03.24.09 6:46 AM ET
Is There a Suicide Gene?
Depression and bipolar disorder may be in your DNA—but is suicide? Several high-profile families have been plagued by the phenomenon. Casey Schwartz investigates.
The news on Monday that Sylvia Plath’s son, Nicholas Hughes, had killed himself, reopened a macabre chapter of literary history. Obituaries revealed spare and suggestive details. Hughes, the son of the poet Ted Hughes, lived in Alaska and worked as a biologist, studying the travel patterns of fish. Recently, however, he had left his job to focus on pottery making. Hughes was still an infant when his mother committed suicide in 1963 by putting her head in a gas oven; he was seven when his father’s second wife, Assia Wevill, killed herself (and her four-year-old daughter) by exactly the same means. And 40 years later, on March 16, 2009, Hughes took his own life, hanging himself in his Alaska home.
It is difficult to imagine what gravitational force in Ted Hughes’ unlucky orbit could explain this protracted pattern. But it is clear that suicide can run in families.
A study in the Archives of General Psychiatry found that children whose parents had attempted suicide were six times as likely to try taking their own lives.
There are other famous examples, including the spectacularly disastrous fate of the Hemingway family—beginning with the suicide of Ernest Hemingway’s father, Clarence, continuing to Ernest Hemingway’s own final gunshot, the suicide of his two siblings Ursula and Leicester, and, two generations later, that of his granddaughter, the actress Margaux Hemingway.
A recent biography of the philosopher Ludwig Wittgenstein describes an equally tragic family history. Three of his brothers committed suicide, two of his sisters married men who went mad, one of whom, in keeping with family tradition, eventually killed himself. Ludwig himself struggled with suicidal thoughts; as did his one surviving brother, a renowned pianist even after he lost one of his arms in World War I.
The Pulitzer Prize-winning writer J. Anthony Lukas, the author of Common Ground, who hanged himself with a bathrobe sash in 1997, also had a family history of suicide. His mother, an actress, took her own life with a razor blade when he was eight years old.
There is more than just anecdotal evidence behind the claim that the suicide of one family member increases the chance that other family members will attempt suicide, or successfully carry it out. A study in the Archives of General Psychiatry published in 2002 found that children whose parents had attempted suicide were six times as likely to try taking their own lives. Twin and adoption studies have revealed that a disposition toward suicidal behavior is partially heritable. Researchers have scrutinized the phenomenon, struggling to untangle the psychological factors from the genetic.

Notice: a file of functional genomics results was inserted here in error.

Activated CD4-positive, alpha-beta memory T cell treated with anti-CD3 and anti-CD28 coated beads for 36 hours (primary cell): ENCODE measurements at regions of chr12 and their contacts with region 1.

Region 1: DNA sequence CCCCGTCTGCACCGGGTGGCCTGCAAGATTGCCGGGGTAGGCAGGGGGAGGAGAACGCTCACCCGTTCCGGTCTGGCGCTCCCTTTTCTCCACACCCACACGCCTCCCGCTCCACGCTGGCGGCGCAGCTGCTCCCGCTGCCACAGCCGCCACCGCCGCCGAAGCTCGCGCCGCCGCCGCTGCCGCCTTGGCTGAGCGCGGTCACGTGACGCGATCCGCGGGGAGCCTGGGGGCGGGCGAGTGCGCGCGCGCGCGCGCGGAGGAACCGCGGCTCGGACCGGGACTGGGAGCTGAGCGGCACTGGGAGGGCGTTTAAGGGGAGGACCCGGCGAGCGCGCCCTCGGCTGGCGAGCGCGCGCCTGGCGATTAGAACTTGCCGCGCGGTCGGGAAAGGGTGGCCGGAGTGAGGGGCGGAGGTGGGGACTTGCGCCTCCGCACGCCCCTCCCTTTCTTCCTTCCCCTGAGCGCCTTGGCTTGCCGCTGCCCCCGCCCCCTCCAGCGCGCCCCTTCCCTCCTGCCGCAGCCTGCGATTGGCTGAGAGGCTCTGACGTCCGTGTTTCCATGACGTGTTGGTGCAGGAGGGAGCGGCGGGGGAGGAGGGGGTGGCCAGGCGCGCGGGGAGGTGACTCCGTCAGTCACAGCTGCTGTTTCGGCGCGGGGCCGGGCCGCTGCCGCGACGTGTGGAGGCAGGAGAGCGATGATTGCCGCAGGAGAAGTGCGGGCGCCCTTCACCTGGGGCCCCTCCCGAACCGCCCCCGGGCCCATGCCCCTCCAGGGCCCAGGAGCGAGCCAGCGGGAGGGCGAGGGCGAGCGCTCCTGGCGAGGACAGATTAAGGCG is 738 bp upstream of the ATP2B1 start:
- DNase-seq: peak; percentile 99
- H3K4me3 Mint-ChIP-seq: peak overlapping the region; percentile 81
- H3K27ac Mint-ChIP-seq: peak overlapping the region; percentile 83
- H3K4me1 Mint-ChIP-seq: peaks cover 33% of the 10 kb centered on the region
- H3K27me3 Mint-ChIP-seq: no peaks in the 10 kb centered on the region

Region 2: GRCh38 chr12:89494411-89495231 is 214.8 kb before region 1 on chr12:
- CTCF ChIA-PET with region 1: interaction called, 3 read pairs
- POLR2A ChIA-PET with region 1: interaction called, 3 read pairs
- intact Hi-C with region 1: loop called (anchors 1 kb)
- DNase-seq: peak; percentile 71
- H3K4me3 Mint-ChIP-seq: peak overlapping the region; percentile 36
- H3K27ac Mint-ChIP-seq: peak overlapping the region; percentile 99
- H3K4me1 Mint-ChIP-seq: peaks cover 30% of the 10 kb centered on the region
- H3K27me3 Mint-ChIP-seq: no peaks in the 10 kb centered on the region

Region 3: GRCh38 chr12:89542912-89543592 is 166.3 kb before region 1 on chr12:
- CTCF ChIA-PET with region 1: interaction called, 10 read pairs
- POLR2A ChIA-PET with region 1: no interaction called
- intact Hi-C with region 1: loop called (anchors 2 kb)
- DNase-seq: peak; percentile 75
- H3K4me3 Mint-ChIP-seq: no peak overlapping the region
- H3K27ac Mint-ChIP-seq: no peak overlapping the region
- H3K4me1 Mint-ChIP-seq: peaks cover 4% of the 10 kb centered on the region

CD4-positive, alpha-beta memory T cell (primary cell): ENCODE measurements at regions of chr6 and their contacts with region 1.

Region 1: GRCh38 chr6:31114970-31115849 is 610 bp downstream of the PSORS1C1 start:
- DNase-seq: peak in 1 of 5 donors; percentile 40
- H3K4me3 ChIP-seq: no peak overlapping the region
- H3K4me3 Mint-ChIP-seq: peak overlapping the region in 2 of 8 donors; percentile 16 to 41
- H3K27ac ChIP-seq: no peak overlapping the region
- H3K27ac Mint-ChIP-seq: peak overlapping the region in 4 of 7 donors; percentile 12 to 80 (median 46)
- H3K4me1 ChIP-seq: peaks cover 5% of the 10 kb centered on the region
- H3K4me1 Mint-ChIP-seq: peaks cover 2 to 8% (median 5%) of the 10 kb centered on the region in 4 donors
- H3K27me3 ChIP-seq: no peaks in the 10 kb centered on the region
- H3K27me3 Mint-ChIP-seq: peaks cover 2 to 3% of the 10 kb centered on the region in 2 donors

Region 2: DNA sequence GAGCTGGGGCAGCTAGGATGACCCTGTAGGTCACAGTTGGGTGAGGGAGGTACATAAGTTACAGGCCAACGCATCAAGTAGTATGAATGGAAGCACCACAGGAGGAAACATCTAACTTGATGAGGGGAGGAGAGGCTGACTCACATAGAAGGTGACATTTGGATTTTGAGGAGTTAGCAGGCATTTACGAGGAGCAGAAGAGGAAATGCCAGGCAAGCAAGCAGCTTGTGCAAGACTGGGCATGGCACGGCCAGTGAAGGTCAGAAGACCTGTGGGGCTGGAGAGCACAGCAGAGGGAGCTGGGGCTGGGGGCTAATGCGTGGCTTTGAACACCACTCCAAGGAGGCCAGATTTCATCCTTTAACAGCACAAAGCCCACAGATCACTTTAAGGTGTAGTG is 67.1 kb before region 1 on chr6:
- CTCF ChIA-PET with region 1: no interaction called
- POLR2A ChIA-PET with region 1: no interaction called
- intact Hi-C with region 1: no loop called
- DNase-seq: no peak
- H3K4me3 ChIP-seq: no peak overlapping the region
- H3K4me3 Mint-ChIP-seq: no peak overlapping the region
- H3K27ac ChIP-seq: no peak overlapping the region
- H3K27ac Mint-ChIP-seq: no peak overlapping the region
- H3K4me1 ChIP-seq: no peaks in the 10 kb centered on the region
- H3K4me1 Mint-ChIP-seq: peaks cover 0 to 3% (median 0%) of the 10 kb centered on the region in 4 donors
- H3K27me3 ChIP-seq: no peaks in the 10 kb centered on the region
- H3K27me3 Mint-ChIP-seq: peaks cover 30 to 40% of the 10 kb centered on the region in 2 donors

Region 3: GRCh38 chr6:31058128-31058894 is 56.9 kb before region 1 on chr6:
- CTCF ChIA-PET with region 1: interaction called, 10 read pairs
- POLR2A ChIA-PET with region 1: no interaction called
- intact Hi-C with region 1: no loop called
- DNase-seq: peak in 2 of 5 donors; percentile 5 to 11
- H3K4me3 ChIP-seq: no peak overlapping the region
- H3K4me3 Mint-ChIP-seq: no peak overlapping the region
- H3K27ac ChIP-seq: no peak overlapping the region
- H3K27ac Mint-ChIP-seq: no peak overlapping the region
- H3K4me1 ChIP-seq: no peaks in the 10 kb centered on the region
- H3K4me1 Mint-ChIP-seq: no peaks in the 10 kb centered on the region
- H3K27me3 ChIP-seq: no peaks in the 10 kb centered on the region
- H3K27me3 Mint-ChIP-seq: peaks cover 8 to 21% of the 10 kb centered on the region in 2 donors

Of course, suicide is closely associated with a number of psychiatric conditions, such as depression and bipolar disorder, which have well-established genetic links. But studies have shown that suicide can be independently inherited.
“We grow up and we learn how to be by either imitating or negating our parents,” says Dr. T. Byram Karasu, university chairman and professor at the Albert Einstein College of Medicine at Yeshiva University. “So if you identify with one parent who happened to be suicidal, you may end up having suicidal ideation even though you’re not depressed. It becomes like a norm.”
According to Karasu, a parent’s suicide can provide a model of how one deals with life—a lethal example for children who have also inherited that parent’s biological predisposition. Of course, the psychological legacy is all but impossible to quantify.
“How do you even capture in some kind of research instrument ‘identification with a suicidal parent?’” remarks Peter Freed, a psychiatrist at Columbia University.
Within this thicket of factors, researchers are searching for genetic clues. The idea that a handful of genes could ever be confidently singled out in explaining the act of suicide—in all of its complexities and variations—is deeply improbable. But a group of researchers led by Columbia University psychiatrist John Mann published a study earlier this year that directly grapples with the issue. The researchers attempted to break down suicidal behavior into individual characteristics that can be more closely identified with specific genes. Their approach focused on what is known in the genetics world as “endophenotypes"—heritable traits that are associated with both the gene and the illness, but not synonymous with either—and which include impulsivity, major depressive disorder, and natural stress hormone response.
There is no one reason for why someone would choose to end their own life, but the suicide of any public figure seems to ignite a reflexive need to speculate. In the case of Nicholas Hughes, it might seem self-evident to point to the tragic luster of his family. But for now, the explanation eludes us.
Casey Schwartz is a graduate of Brown University. She's working on a book about the brain world.